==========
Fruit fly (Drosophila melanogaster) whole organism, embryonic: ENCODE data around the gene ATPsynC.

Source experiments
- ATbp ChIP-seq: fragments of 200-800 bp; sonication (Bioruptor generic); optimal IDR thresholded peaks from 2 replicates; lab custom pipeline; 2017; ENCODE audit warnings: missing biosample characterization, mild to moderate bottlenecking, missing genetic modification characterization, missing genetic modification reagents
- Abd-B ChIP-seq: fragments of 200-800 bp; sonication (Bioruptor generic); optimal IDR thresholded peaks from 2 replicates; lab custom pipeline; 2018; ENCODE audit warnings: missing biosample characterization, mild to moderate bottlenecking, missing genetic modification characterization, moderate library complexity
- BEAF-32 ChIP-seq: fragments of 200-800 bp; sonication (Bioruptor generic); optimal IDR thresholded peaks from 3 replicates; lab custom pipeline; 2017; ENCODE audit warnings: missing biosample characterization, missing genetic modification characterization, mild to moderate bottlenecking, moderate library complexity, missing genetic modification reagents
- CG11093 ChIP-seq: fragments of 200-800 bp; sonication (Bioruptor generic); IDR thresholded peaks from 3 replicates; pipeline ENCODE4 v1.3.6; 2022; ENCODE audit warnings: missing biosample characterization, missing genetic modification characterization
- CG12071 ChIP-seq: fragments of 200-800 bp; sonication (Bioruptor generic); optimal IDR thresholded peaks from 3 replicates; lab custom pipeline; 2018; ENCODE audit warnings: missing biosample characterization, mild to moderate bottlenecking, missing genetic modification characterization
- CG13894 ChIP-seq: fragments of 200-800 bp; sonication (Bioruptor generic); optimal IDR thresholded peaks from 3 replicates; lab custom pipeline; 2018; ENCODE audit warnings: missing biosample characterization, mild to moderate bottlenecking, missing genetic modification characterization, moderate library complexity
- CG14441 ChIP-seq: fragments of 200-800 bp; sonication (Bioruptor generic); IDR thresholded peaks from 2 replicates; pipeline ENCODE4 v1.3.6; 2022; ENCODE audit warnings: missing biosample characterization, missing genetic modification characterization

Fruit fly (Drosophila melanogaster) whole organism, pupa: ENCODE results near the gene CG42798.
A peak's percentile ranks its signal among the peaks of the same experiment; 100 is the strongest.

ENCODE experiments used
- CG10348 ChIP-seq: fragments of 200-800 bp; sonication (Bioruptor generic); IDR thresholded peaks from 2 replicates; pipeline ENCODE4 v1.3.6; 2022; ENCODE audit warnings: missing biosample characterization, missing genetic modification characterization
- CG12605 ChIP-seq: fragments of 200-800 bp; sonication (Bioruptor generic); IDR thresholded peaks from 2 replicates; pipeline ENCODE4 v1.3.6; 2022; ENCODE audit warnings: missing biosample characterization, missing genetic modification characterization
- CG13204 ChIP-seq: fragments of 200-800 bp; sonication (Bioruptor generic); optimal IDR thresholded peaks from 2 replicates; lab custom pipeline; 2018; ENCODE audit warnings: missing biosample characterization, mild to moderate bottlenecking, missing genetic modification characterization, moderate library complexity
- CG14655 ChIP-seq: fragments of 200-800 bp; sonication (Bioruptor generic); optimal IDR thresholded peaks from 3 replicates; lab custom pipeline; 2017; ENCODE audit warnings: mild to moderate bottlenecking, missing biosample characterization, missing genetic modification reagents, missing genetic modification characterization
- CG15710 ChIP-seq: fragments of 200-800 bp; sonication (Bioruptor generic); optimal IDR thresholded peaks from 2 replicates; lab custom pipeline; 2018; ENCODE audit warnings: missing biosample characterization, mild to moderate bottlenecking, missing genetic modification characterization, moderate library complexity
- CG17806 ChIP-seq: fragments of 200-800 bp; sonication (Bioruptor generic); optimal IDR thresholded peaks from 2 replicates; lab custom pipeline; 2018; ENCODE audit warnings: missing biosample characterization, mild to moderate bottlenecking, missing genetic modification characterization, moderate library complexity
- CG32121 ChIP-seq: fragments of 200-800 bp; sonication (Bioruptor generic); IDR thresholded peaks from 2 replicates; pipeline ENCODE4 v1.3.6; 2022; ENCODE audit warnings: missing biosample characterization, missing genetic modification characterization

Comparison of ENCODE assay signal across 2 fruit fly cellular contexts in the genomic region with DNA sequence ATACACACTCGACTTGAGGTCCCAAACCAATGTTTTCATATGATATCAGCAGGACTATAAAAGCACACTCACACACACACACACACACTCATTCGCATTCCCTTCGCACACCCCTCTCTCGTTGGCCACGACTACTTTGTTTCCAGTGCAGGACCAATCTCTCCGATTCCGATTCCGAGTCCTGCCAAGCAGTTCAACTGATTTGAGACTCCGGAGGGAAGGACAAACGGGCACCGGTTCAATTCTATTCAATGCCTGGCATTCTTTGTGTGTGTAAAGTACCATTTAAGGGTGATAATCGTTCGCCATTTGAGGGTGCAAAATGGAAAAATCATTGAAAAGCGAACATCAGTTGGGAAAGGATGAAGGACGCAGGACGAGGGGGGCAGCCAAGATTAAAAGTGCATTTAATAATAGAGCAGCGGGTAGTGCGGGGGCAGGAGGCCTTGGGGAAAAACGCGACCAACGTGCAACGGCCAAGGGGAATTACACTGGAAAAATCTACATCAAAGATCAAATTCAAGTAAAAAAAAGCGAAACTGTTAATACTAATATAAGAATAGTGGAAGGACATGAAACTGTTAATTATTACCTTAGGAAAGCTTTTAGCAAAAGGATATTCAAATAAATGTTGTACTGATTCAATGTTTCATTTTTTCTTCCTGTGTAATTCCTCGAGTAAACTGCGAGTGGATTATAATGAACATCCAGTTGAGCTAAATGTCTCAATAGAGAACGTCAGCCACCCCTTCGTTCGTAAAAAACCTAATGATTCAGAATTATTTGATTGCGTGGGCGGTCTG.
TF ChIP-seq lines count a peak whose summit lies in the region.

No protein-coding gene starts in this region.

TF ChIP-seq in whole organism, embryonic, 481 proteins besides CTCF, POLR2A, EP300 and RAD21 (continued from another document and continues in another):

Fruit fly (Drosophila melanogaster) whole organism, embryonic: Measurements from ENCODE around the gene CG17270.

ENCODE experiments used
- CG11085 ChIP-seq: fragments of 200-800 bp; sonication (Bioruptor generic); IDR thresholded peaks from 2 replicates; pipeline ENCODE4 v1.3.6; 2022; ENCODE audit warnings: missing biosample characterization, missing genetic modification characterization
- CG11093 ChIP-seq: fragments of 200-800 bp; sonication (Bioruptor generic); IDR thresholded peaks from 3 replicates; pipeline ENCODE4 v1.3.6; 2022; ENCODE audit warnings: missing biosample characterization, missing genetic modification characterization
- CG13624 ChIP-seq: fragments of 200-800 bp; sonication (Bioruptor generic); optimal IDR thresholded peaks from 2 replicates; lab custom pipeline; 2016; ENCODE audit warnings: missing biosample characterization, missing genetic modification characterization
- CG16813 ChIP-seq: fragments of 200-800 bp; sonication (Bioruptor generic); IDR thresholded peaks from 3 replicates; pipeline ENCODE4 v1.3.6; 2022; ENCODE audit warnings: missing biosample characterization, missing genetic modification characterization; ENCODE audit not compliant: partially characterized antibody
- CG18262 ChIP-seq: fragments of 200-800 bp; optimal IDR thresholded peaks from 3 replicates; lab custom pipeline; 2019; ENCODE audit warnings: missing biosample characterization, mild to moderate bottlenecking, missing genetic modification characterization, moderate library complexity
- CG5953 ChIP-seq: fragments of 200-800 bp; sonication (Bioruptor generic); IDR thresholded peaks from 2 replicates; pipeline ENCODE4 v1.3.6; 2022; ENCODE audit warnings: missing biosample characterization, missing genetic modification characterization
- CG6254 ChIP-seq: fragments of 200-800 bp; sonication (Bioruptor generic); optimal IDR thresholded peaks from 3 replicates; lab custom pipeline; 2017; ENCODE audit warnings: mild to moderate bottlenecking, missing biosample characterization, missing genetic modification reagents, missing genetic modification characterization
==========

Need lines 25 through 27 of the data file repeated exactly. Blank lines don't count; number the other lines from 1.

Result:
ENCODE experiments used
- CG11085 ChIP-seq: fragments of 200-800 bp; sonication (Bioruptor generic); IDR thresholded peaks from 2 replicates; pipeline ENCODE4 v1.3.6; 2022; ENCODE audit warnings: missing biosample characterization, missing genetic modification characterization
- CG11093 ChIP-seq: fragments of 200-800 bp; sonication (Bioruptor generic); IDR thresholded peaks from 3 replicates; pipeline ENCODE4 v1.3.6; 2022; ENCODE audit warnings: missing biosample characterization, missing genetic modification characterization